A case for organic food

There tends to be quite a debate about the pros and cons of organic food. Some research studies come out claiming organic food is healthier in terms of nutrient density compared to no organic food. For example The Soil Association’s document “organic farming, food quality and human health report” concluded that the evidence supports the hypothesis that organically grown crops are significantly different in terms of food safety, nutritional content and nutritional value from those produced by non-organic farming and recommends that consumers wishing to improve their intake of minerals, vitamin C and antioxidant phytonutrients while reducing their exposure to potentially harmful pesticide residues, nitrates, genetically modified organisms and artificial additives used in food processing should, wherever possible, choose organically produced food.

However other research claims that organic food is not healthier than nonorganic food, see here for more on this. http://news.bbc.co.uk/1/hi/health/8174482.stm

What seems to be missed in the debate on organic versus non-organic food is the irrefutable fact that most non-organic foods are covered in a chemical cocktail of pesticides, herbicides and fungicides. There are over 400 chemicals licensed to be sprayed on crops throughout the UK, often times in combination. A field of wheat can be sprayed up to 8 times from the time it’s sown to the times it’s harvested with multiple chemicals. What we are starting to realise is that these chemicals are a leading cause of insulin resistance, obesity and diabetes.

There is now a huge body of evidence that links persistent organic pollutants (POPs) to diabetes. A study in 2006 study found a “striking” dose response relationships between six POPs and the prevalence of diabetes in U.S. adults. The higher the levels of these POPs found in their blood, the higher the prevalence of diabetes. In a follow up study published by the same authors PCBs and organochlorine pesticides were the most strongly associated with the prevalence of diabetes.

The mechanism behind the link between pesticides and diabetes is as follows. These PCBs and organochlorine pesticides are similar in chemical structure to your body’s own oestrogen. Therefore they are capable of mimicking oestrogen in the body and binding on to oestrogen receptors on cell membranes.

We now know that the beta cells in the pancreas that release insulin have oestrogen receptors on them. These beta cells can become stimulated by the widespread environmental contamination of pesticides leading to increased insulin secretion with or without the presence of sugar in the blood and leading poor blood glucose maintenance.  If you have constantly high insulin levels the cells become insulin resistant and you can develop diabetes or become obese.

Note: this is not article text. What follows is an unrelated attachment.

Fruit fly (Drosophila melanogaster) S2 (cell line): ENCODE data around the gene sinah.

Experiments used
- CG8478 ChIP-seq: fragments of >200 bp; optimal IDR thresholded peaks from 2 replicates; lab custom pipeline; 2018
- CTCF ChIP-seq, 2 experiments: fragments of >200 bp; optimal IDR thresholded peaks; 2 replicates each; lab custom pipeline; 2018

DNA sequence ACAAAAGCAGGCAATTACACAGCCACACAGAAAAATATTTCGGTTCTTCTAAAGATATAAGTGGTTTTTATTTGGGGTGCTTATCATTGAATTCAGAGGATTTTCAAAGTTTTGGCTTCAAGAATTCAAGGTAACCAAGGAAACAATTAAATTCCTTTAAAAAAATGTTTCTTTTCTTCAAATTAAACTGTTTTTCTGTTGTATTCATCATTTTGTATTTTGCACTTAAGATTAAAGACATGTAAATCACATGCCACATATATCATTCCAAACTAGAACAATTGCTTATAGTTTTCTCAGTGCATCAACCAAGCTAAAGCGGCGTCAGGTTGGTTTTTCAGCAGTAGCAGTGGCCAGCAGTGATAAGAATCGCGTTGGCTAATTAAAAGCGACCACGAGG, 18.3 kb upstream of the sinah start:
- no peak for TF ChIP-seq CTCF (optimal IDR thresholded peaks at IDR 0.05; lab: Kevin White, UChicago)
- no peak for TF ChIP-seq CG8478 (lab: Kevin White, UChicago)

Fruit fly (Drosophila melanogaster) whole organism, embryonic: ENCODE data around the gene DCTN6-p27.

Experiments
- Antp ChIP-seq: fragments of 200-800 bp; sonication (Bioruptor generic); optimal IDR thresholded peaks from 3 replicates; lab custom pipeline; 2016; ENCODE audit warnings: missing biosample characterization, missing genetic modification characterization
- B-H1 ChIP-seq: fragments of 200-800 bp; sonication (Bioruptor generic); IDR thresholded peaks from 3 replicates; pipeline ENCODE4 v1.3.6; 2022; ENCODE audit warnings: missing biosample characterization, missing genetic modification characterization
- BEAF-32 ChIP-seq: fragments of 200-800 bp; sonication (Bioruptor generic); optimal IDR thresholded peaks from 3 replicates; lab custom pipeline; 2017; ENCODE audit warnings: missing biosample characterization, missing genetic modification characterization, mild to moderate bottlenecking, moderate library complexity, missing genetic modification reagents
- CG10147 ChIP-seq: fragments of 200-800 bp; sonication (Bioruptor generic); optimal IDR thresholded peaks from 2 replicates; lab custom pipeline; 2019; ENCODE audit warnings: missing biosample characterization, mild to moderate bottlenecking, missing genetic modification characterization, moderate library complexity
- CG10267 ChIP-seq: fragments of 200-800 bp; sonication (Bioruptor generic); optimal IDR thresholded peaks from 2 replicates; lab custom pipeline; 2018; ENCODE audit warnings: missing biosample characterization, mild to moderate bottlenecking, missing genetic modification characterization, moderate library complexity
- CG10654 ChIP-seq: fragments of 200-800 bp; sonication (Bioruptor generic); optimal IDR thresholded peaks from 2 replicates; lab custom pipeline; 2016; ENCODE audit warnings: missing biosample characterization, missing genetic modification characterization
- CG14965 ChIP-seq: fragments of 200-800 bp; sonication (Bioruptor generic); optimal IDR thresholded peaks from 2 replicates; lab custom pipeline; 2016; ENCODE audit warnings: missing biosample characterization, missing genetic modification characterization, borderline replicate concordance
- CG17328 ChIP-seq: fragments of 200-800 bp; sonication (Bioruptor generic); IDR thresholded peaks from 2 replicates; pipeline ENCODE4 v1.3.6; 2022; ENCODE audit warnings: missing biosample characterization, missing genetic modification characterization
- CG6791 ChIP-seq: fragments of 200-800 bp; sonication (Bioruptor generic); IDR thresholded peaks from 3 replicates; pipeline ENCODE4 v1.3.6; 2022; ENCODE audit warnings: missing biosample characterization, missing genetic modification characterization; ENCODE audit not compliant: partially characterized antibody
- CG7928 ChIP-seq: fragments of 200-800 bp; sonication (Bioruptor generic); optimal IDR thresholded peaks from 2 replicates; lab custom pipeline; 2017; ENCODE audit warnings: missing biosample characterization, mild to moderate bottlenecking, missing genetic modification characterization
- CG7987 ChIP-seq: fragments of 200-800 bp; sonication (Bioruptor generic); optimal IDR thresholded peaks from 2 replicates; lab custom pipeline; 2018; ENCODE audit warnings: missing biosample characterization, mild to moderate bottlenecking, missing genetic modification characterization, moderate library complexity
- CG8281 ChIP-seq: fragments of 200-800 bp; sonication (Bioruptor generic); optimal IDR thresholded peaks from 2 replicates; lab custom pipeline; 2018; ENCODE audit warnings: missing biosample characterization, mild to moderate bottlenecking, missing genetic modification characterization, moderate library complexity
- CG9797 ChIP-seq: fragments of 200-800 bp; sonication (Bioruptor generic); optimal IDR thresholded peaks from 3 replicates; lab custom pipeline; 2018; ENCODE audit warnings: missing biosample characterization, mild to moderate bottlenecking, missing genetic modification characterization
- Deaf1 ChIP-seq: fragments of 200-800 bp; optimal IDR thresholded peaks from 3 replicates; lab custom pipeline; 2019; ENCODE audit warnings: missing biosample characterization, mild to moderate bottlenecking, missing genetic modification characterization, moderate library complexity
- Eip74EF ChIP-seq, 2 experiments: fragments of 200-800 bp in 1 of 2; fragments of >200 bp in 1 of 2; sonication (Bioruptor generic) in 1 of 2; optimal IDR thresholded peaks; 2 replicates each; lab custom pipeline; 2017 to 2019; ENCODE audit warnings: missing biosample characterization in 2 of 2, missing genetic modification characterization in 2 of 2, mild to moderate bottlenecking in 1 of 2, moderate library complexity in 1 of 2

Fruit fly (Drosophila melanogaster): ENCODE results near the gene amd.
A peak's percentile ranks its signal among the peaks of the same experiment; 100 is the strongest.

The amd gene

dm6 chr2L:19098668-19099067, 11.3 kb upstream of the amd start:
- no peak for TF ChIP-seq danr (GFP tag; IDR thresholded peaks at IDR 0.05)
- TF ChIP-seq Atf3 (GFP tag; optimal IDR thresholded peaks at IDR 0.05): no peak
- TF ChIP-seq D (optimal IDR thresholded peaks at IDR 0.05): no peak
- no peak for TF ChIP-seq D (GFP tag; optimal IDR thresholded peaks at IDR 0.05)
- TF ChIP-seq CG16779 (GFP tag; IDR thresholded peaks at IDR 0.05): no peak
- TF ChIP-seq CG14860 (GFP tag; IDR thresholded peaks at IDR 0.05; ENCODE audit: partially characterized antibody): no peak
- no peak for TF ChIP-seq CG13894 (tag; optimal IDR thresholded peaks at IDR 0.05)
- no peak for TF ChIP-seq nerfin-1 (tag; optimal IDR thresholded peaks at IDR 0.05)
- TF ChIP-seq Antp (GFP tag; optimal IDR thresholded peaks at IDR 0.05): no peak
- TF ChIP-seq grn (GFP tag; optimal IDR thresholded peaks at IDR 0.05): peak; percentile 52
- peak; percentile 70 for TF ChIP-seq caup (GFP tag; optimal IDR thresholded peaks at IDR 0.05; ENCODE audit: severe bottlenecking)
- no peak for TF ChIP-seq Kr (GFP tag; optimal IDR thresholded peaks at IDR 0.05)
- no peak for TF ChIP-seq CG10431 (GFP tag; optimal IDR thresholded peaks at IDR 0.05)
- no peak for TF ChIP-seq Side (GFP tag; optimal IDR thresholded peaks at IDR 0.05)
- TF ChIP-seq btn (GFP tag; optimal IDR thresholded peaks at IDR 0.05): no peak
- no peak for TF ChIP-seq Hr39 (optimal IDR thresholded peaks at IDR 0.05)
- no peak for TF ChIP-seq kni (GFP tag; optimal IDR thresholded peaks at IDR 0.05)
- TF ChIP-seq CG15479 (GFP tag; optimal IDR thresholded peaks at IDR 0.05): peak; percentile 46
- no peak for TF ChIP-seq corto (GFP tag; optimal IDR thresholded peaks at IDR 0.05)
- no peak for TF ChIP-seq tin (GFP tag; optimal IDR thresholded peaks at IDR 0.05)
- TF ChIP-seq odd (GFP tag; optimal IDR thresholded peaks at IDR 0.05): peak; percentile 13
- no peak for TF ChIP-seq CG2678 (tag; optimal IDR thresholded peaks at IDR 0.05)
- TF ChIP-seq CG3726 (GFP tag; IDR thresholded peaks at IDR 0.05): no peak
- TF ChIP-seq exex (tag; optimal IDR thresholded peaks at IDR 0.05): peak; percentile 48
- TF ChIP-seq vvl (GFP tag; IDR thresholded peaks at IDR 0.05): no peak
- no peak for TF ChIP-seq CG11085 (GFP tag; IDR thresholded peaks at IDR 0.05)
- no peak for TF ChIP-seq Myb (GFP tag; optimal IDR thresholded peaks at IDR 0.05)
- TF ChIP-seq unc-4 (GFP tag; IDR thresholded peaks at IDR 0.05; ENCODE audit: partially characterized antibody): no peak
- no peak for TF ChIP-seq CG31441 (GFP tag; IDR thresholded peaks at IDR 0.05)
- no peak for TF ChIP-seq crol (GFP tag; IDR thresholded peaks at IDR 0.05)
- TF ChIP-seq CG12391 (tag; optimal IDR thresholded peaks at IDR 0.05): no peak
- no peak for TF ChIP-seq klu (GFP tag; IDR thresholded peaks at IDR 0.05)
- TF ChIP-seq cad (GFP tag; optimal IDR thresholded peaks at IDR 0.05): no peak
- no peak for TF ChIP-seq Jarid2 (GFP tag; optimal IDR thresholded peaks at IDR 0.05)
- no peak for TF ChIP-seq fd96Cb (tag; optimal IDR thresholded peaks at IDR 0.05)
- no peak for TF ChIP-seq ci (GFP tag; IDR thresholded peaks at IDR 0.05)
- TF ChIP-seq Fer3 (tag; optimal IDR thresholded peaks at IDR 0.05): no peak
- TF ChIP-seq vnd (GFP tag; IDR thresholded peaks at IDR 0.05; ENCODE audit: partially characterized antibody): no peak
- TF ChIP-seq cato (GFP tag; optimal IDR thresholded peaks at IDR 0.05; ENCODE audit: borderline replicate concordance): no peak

Now earlier I stated that most non-organic foods are covered in these chemicals and the Environmental working group have published a list called the dirty dozen. This is a list of 12 foods that are most contaminated with pesticides and definitely should be avoided unless they are organic. These include:

  • Celery
  • Peaches
  • Strawberries
  • Apples
  • Blueberries
  • Nectarines
  • Peppers
  • Spinach, kale and collard greens
  • Cherries
  • Potatoes
  • Imported grapes
  • Lettuce

They also published a list called the clean 15 – this is a list of foods that had the least amount of detectable pesticides on them. The Clean 15 include:

  • Asparagus
  • Avocado
  • Cabbage
  • Cantaloupe melon
  • Aubergine
  • Grapefruit
  • Kiwi fruit
  • Mango
  • Onions
  • Pineapples
  • Sweet corn
  • Onions
  • Sweet peas
  • Sweet potatoes
  • Watermelon

Some evidence from the past

The Haughley Experiment was the first scientific comparative study of organic farming and conventional chemical-based farming, started in 1939 by Lady Eve Balfour. In the book “The Haughley Experiment” you can find a reference to a school in New Zealand who began farming their own organic food. They had a noticeable reduction in children reporting to the school nurse and a significant reduction in injuries among rugby players, particularly ligament injuries.

So not only does eating organic foods protect us from consuming chemicals that may lead us to be overweight and obsess or develop diabetes, they may also protect our bodies from illness and injury. Bob Rakowski sums it up nicely when he suggests that if you are not buying organic food you are supporting and industry that is poisoning every man, women and child on the planet.

Share Button